Be your own kind of beautiful.
~ Kenneth I. Zheng ~
Thanks to Edelweiss and HarperTeen for providing an eARC in exchange for an honest review.
Release Date: Available Now
Synopsis: New York, 1882. A dark forbidding city, and no place for a girl with unexplainable powers.
Sixteen-year-old Avery Kohl pines for the life she had before her mother was taken. She fears the mysterious men in crow masks who locked her mother in the Tombs asylum for being able to see what others couldn’t. Avery denies the signs in herself, focusing instead on her shifts at the ironworks factory and keeping her inventor father out of trouble. Other than secondhand tales of adventure from her best friend, Khan, an ex-slave, and caring for her falcon Seraphine, Avery spends her days struggling to survive.
Like her mother’s, Abery’s powers refuse to be contained. When she causes a bizarre explosion at the factory, she has no choice but to run from her lies, straight into the darkest corners of the city. Avery must embrace her abilities and learn to wield their power—-or join her mother in the cavernous horrors of the Tombs. And the Tombs has secrets of its own: strange experiments are being performed on “patients”…and no one knows why.
I hope you all don’t mind, but this is going to be a shorter than usual review. I’m still battling health stuff, but I wanted to share how much I loved The Tombs. First, how gorgeous is that cover? C’mon. Aren’t your hands reaching for it just looking at it? I’m also thrilled to say that the story is just about as wonderful as the cover. It’s a perfect blend of history and fantasy, and Deborah Schaumberg does a fantastic job at bring gritty 1882 New York City to vividly to life. Almost everything works here, from the well-rounded, relatable characters to the marvelous world-building. The only reason why I’m not giving this a perfect 5 Stars is because toward the middle of the book the pace seemed to slow down a bit for a few chapters. Overall though, The Tombs is an absolutely stellar historical fantasy that I unhesitatingly recommend to fans of this genre. There’d better be a sequel in the works because that ending definitely left me wanting more!
Thanks to NetGalley and Atria/Emily Bestler Books for providing an eARC in exchange for an honest review.
Release Date: February 27th, 2018
Synopsis: In the thrilling, nerve-wracking finale of Ezekiel Boone’s “hair-raising” (Parade) Hatching series, the United States goes to war against the queen spiders that threaten to overtake the human race forever.
The world is on the brink of apocalypse. Zero Day has come.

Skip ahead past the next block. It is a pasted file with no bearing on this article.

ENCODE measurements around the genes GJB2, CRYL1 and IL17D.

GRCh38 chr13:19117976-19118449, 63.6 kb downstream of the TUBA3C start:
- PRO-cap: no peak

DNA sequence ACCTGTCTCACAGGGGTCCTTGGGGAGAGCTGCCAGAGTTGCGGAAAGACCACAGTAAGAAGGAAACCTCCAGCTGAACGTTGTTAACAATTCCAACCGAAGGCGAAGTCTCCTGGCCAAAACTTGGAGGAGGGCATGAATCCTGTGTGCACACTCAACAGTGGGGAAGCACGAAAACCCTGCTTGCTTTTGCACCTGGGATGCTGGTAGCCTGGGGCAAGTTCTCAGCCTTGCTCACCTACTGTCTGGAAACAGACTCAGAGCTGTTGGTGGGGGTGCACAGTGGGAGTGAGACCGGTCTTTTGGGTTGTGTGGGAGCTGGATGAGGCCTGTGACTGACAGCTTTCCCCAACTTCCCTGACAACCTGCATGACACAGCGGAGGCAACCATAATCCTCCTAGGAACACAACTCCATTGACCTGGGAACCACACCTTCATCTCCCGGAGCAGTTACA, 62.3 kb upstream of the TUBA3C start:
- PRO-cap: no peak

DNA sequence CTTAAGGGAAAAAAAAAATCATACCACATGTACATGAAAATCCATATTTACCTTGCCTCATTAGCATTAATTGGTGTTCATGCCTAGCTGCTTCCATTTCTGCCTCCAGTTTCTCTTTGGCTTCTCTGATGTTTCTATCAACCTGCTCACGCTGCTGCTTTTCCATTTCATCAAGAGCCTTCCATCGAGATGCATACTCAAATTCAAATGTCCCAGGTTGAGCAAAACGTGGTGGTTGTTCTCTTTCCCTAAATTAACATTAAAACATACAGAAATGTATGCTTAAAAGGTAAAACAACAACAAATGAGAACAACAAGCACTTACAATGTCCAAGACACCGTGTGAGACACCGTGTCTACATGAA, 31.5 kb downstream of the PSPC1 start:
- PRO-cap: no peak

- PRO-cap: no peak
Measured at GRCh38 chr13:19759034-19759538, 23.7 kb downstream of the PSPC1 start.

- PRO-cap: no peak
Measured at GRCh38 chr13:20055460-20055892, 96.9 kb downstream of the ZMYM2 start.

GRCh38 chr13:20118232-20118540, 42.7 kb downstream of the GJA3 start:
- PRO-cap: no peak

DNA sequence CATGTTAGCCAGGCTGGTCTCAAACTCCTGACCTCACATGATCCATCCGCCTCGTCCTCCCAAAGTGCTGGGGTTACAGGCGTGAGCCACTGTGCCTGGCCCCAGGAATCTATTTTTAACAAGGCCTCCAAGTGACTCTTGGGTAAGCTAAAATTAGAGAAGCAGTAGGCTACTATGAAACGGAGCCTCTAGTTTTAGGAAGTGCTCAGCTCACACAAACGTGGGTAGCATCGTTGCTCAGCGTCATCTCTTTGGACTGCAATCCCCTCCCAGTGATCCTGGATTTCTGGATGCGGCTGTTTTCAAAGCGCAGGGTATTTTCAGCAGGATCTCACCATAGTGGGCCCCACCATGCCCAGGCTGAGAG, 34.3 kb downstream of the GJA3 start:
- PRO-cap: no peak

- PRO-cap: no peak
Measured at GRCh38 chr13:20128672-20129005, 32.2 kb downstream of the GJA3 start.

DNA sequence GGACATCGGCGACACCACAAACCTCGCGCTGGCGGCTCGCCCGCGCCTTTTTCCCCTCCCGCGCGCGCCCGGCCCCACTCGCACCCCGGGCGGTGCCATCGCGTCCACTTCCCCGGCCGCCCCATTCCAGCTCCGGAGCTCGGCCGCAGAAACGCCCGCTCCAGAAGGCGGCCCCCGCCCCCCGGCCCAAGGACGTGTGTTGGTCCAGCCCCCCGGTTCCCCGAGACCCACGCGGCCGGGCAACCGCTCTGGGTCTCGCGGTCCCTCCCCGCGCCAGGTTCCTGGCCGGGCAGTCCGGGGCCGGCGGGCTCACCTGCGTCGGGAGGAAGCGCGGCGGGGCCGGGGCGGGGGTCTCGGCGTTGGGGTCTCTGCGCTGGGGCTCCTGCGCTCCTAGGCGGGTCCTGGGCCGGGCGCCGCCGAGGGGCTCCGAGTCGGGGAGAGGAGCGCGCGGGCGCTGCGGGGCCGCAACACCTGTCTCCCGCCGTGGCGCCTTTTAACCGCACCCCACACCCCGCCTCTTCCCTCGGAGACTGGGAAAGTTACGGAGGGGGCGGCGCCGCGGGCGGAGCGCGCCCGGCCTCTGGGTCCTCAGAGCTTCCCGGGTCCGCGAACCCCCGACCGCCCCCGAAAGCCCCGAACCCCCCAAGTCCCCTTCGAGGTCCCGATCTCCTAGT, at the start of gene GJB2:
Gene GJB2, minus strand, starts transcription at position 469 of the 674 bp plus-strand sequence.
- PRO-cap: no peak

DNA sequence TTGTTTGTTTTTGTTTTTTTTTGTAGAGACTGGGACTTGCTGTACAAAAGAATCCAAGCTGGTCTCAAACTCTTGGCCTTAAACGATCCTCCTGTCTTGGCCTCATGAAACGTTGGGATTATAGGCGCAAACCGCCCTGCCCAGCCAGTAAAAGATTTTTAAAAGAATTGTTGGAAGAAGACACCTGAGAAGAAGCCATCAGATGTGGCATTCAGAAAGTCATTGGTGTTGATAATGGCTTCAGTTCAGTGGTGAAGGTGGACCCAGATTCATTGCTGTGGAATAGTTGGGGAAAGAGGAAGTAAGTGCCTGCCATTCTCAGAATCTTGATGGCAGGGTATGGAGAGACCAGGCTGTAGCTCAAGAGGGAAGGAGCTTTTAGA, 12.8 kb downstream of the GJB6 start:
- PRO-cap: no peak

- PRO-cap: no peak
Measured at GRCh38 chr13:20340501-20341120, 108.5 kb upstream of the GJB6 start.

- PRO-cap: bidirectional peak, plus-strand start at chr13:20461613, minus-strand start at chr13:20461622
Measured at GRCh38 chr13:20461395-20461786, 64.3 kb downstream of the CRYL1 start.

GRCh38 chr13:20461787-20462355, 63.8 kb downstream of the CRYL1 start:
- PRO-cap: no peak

The only thing more terrifying than millions of spiders is the realization that those spiders work as one. But among the government, there is dissent: do we try to kill all of the spiders., or do we gamble on Professor Guyer’s theory that we need to only kill the queens?
For President Stephanie Pilgrim, it’s an easy answer. She’s gone as far as she can—-more than two dozen American cities hit with tactical nukes, the country torn asunder—-and the only answer is to believe in Professor Guyer. Unfortunately, Ben Broussard and the military men who follow him don’t agree, and Pilgrim, Guyer, and the loyal members of the government have to flee, leaving the question: what’s more dangerous, the spiders or ourselves?
They’re baaaaak! Yep. After causing all sorts of bloody, gory mayhem in The Hatching, and Skitter, those carnivorous arachnids, now known as “Hell Spiders”, are back for one more go round with the human race! Having enjoyed the previous two books I’ve been looking forward to seeing how Ezekiel Boone was going to wrap things up. Unfortunately, I wound up being a bit disappointed with Zero Day.
The problem I ran into was that there was no spider action until I was 45% into the book. Call me warped, but I wanted more blood, more gore, more spiders bursting out out of people’s bodies, more people getting eaten, more…well you get the picture. Instead, there’s a lot of bouncing back and forth between characters. Now granted, there was a lot of that happening in the other books, but there was also plenty of action which kept the pace moving. I wouldn’t have had a huge issue with this as I like most of the people, except Boone adds even more in this book. It was just too much. I didn’t connect with the newbies, and their stories took away from the trials and tribulations of the ones I cared about. Also missing was some of the sly humor that was part of the other stories.